Psychology

Kristen G. Anderson

Developmental psychopathology, addictions, clinical psychology.

Enriqueta Canseco-Gonzalez

Psycholinguistics, cognitive neuroscience, neuropsychology.

Jennifer Henderlong Corpus

Developmental psychology, academic motivation.

Paul J. Currie

Behavioral neuroscience, neuropharmacology, appetitive behaviors.

Derek E. Lyons

Cognitive development, social learning and social cognition, children’s media.

Kathryn C. Oleson

Social psychology, interpersonal relations, social cognition.

Mark R. Pitzer

Learning, perception, genetics, neuroscience.

Daniel Reisberg

Cognitive psychology, perception, memory.

Courses in psychology focus on problems in the understanding of both human and animal behavior. The department adopts an empirical point of view, believing it is through research that we best gain the information necessary to address a broad range of psychological questions. Psychological, biological, and social factors are considered in the context of research findings and current theories of motivation, learning, thinking, language, perception, and human development. Students are encouraged to develop objective and analytic attitudes toward psychological phenomena.

The focus on empirical research begins in the introductory course (Psychology 121 and 122), which includes opportunities for students to discuss psychological research in conferences and to participate in structured research projects. These introductory experiences represent several disciplinary areas within psychology. The 200-level courses provide further exposure to selected research areas within psychology, with few or no prerequisites. Students majoring in psychology gain breadth in the field by completing four of seven “core” courses and by writing the research proposal based on selected readings required to pass the junior qualifying exam. It is not uncommon for psychology students to publish the results of their research in professional journals jointly with faculty members.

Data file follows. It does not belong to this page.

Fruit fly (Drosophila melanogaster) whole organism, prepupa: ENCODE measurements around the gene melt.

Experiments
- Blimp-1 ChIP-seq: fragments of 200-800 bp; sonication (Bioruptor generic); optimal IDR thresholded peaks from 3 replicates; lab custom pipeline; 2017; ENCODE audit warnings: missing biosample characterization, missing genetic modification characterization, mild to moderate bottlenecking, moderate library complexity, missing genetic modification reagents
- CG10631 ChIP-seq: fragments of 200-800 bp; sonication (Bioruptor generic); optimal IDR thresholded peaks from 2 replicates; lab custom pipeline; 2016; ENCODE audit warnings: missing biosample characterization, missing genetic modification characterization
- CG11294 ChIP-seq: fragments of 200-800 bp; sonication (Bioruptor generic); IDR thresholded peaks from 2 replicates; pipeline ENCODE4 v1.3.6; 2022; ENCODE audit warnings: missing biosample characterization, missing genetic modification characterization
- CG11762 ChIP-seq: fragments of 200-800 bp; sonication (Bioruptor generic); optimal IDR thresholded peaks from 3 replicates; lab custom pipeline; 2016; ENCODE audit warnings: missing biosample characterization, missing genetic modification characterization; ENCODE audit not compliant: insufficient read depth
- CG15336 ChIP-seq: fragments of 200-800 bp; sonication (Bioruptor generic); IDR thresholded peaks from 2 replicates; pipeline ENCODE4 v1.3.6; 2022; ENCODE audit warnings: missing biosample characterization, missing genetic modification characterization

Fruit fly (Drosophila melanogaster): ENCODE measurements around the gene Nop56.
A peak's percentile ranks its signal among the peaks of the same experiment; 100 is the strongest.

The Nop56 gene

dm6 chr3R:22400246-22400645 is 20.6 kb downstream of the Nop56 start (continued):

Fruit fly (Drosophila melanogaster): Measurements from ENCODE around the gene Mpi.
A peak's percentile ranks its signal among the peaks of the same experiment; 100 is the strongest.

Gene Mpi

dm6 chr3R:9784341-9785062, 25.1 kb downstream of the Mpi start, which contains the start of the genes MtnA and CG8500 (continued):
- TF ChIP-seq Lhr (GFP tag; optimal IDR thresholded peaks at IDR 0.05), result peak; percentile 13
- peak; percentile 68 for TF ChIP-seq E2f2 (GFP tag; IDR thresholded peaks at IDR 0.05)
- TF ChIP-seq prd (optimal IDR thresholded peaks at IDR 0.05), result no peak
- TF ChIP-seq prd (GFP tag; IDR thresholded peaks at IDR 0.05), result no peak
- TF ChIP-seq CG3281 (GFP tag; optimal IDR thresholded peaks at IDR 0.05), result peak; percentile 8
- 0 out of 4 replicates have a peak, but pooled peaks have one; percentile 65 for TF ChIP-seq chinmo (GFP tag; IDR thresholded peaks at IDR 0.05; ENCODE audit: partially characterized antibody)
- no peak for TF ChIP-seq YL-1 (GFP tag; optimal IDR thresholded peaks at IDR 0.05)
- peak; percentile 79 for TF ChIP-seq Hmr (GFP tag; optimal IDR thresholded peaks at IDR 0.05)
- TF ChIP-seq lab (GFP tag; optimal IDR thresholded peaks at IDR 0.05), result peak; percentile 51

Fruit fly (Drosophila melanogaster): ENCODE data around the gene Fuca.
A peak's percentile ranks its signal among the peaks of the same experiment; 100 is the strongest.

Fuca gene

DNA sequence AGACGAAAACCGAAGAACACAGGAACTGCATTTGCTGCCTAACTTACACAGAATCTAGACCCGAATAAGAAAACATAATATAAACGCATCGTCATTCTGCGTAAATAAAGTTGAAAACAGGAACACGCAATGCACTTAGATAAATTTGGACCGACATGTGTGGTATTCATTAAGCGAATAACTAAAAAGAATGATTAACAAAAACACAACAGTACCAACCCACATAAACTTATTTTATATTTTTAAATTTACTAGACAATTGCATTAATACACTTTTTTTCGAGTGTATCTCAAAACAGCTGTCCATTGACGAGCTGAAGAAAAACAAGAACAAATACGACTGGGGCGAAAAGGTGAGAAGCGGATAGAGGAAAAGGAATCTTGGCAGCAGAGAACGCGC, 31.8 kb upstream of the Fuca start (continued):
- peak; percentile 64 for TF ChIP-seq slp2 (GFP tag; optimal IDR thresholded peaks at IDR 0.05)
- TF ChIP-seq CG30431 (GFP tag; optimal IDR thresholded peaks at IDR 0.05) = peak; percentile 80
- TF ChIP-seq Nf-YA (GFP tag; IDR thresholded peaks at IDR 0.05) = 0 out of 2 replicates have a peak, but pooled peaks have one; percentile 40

In addition to the laboratory and computer facilities contained within the department, there are opportunities for students to conduct research or to work as participant observers in a number of community settings, including day care centers, local schools, crisis centers, and juvenile detention centers. Students also have access to research programs at the Oregon Health & Science University, the Oregon Regional Primate Center, and the Oregon Zoo.

A major in psychology frequently leads to professional or graduate study in psychology. Those who intend to do graduate work in psychology should broaden their preparation in mathematics, the natural sciences, philosophy, linguistics, or the social sciences, rather than concentrating solely on psychology. Some students combine a major in psychology with preparation for medical school, law school, or other advanced professional training. Recent psychology majors have also entered careers in such diverse areas as computer science, banking, and politics.

Requirements for the Major
1. At least 11 units in psychology, including:
a) Psychology 121 and 122.
b) Four of the following seven courses: Psychology 322 (Social Psychology), 333 (Behavioral Neuroscience), 351 (Psychopathology), 361 (Developmental Psychology), 366 (Cognitive Processes), 373 (Learning), 393 (Psycholinguistics).
c) Psychology 348 (Research Design and Data Analysis).
d) Thesis (Psychology 470).
2. Six units in an allied field selected from the fields below, approved by the adviser when the student declares the major. Cross-listed courses taught by psychology faculty may not be used to meet the requirements of an allied field.
a) Arts and Literature—six units in the following allied disciplines, to include no more than four studio courses: art, creative writing, dance, music, literature, theatre.
b) Biological, Physical, and Computational Sciences—six units in the following disciplines: biology, chemistry, physics, mathematics, economics.
c) Cognitive Science—six units in the following disciplines, to include at least two units from each of two separate disciplines: philosophy, linguistics, biology, anthropology, computer science courses in mathematics.
d) Cross-cultural Studies—six units to include a foreign language at the 200 level plus four additional units. Students must complete six units even if the 200-level language requirement is met by placement exam. Students should select from courses focusing on ethnic or international history or social sciences, 300-level courses with ethnic or international focus in literature and languages, Humanities 230, religion, a second foreign language at the 200 level (cannot be met by placement exam).
e) History and Social Sciences—six units in the following disciplines, to include at least two units from each of two separate disciplines: anthropology, economics, history, political science, religion, sociology.

Psychology Course Descriptions



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